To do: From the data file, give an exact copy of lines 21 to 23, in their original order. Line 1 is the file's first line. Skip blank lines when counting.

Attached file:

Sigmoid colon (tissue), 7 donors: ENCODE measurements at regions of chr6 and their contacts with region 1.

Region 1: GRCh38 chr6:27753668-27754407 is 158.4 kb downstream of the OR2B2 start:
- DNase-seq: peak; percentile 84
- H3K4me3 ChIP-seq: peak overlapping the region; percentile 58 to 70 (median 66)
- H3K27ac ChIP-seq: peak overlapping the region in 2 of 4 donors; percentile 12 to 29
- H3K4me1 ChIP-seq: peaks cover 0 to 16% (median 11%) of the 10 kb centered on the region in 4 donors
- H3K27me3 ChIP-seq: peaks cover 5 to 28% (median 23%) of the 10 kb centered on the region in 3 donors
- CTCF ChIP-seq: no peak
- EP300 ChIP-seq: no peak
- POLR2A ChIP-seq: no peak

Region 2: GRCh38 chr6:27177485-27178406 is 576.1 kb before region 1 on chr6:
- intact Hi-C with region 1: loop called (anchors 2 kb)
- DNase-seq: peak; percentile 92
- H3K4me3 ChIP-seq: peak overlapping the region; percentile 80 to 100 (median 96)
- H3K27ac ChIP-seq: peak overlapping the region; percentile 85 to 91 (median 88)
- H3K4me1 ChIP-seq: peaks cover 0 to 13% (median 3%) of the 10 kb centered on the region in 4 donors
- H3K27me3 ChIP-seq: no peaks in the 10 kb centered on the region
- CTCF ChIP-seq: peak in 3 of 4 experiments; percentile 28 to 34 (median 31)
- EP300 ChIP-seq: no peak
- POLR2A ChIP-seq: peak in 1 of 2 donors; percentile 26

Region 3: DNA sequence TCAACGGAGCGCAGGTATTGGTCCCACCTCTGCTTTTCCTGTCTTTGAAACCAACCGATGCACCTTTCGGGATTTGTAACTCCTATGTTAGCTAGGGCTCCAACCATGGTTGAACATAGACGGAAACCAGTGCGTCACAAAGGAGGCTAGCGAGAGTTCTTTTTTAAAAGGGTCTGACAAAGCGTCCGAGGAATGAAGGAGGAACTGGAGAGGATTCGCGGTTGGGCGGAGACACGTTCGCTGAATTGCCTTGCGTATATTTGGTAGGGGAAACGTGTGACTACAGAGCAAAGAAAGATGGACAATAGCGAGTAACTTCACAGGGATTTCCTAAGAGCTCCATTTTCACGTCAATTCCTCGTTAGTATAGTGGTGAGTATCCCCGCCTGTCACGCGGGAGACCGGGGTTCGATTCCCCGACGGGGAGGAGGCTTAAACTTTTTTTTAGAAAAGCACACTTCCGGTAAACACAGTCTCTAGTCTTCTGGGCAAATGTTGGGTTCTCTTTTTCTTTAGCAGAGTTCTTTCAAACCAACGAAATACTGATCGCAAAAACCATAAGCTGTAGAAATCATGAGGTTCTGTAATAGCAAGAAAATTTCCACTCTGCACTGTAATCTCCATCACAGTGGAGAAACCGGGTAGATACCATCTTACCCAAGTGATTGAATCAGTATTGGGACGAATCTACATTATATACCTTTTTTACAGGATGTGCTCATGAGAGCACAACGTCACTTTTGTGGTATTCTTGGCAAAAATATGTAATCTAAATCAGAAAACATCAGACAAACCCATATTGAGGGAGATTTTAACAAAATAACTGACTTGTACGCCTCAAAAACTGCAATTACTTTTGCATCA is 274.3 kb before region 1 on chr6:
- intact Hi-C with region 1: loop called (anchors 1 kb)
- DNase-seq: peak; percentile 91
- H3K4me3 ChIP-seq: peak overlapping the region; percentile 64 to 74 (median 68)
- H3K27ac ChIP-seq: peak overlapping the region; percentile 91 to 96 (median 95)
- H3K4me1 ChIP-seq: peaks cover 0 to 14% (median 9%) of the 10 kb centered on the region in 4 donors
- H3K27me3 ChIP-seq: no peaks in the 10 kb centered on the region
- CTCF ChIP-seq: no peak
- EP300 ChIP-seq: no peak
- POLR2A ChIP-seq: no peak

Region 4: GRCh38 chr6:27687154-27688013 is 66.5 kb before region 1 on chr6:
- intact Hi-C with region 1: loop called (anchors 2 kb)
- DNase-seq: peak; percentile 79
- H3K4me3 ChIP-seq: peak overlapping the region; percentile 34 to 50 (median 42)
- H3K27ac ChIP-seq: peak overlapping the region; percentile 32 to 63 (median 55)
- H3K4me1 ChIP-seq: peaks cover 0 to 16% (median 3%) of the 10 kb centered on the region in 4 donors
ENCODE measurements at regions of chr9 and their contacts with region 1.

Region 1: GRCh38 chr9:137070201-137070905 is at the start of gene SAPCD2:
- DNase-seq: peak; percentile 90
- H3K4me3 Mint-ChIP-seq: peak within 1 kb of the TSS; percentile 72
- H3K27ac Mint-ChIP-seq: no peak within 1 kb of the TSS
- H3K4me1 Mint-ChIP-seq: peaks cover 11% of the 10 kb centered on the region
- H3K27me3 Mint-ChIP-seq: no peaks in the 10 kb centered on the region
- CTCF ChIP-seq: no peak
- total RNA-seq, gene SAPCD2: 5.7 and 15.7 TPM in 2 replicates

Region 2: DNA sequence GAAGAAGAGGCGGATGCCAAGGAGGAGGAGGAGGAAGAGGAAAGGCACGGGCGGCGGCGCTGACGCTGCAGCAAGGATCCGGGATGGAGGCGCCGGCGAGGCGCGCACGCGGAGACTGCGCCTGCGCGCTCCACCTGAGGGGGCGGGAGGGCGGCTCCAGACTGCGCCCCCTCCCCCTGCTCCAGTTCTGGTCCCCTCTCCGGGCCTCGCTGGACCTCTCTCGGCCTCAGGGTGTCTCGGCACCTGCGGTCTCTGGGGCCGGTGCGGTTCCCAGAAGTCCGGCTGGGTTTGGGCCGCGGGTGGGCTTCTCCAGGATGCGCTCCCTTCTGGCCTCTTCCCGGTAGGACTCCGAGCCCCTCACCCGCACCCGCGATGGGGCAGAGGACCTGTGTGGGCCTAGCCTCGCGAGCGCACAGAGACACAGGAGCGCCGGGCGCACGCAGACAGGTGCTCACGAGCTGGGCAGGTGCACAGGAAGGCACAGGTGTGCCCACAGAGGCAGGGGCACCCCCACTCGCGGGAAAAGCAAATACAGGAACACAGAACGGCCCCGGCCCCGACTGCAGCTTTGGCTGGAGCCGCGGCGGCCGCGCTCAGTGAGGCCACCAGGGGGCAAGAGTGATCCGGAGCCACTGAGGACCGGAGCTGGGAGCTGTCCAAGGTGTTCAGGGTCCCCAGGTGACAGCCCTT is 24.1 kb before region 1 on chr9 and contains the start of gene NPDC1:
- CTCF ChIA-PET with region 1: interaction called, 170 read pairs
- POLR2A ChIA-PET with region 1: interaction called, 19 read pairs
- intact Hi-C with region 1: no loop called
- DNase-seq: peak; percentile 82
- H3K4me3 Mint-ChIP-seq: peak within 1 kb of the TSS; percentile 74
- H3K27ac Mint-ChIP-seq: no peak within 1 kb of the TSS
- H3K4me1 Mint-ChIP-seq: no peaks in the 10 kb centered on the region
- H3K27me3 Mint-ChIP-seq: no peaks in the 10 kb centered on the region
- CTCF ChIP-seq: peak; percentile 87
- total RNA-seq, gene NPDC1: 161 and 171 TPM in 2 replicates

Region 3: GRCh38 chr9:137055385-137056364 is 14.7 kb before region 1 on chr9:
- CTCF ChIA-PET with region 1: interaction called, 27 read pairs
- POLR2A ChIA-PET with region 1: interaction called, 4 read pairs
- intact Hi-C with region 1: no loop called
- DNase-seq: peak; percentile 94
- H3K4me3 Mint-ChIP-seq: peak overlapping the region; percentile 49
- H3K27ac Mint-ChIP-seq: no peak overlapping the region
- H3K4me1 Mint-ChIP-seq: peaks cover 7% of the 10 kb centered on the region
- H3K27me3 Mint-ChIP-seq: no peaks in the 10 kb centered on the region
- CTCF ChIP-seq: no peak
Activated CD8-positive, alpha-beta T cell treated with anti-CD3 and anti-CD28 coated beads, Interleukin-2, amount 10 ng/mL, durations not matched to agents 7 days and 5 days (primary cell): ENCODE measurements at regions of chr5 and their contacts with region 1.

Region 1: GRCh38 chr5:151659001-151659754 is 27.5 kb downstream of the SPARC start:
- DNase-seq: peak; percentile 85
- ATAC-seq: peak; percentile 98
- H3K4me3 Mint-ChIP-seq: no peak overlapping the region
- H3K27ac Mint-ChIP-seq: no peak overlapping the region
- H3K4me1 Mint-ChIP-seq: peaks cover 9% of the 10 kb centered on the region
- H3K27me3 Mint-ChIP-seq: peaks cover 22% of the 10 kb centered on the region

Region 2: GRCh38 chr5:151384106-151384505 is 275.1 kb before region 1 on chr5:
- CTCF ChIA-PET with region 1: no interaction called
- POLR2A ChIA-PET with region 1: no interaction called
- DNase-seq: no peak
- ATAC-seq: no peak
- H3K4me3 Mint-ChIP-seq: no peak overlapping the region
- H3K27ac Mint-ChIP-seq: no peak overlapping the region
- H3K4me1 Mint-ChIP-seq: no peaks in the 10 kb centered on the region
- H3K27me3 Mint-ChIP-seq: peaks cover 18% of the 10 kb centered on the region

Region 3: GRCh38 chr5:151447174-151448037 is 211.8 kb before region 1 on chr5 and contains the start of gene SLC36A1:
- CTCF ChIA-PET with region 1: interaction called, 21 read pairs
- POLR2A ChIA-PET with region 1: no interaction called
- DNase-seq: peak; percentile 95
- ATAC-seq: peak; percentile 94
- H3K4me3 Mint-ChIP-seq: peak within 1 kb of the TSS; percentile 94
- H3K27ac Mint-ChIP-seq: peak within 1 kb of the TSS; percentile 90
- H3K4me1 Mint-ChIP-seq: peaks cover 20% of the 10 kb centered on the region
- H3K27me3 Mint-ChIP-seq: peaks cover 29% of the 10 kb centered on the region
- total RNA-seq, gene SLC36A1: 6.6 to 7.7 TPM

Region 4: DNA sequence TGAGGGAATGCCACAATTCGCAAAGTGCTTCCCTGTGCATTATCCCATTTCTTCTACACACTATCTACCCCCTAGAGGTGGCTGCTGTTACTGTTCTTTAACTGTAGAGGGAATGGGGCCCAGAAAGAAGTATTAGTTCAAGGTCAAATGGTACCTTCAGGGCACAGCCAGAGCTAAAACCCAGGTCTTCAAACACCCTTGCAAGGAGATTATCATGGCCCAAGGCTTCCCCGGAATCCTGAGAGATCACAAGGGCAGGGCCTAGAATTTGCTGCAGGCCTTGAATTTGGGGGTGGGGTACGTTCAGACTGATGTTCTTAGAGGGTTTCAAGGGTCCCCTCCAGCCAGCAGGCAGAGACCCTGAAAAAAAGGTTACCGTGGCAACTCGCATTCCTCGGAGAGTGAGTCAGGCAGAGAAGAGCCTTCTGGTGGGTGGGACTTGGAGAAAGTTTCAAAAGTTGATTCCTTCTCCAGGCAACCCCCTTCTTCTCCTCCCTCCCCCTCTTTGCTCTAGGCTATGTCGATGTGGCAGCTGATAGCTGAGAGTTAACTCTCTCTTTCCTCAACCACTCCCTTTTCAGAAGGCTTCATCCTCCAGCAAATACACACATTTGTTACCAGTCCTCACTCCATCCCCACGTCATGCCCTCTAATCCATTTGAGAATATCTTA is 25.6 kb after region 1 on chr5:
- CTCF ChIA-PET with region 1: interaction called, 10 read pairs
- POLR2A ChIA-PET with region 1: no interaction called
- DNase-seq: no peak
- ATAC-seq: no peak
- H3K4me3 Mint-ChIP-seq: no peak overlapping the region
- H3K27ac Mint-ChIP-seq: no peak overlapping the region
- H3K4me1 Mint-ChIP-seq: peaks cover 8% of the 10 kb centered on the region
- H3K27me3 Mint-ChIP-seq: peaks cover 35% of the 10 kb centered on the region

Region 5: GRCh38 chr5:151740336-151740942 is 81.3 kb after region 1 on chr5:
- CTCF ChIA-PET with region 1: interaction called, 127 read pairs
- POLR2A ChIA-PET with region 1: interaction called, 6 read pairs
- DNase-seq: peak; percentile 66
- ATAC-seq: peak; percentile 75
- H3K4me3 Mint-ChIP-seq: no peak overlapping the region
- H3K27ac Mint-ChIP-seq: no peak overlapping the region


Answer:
Region 3: DNA sequence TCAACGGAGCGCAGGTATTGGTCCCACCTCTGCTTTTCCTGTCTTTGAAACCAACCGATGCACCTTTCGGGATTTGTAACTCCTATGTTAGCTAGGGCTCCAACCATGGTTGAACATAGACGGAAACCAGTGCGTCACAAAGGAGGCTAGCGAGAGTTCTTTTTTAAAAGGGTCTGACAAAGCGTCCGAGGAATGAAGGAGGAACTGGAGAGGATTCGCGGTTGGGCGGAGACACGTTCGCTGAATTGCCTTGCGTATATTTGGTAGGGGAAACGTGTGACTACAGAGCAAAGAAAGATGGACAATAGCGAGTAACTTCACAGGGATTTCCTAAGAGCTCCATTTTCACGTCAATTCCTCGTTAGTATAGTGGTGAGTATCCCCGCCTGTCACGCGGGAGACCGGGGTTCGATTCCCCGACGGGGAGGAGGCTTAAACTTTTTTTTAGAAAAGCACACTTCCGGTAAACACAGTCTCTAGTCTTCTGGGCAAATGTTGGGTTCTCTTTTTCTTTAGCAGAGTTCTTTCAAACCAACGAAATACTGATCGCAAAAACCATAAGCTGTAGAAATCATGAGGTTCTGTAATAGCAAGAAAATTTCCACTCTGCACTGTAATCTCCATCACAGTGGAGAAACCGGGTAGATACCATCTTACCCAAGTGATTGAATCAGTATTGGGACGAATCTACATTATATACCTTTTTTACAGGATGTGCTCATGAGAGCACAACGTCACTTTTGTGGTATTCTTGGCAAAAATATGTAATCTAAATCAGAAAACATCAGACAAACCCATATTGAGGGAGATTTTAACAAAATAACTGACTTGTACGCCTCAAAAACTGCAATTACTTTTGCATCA is 274.3 kb before region 1 on chr6:
- intact Hi-C with region 1: loop called (anchors 1 kb)
- DNase-seq: peak; percentile 91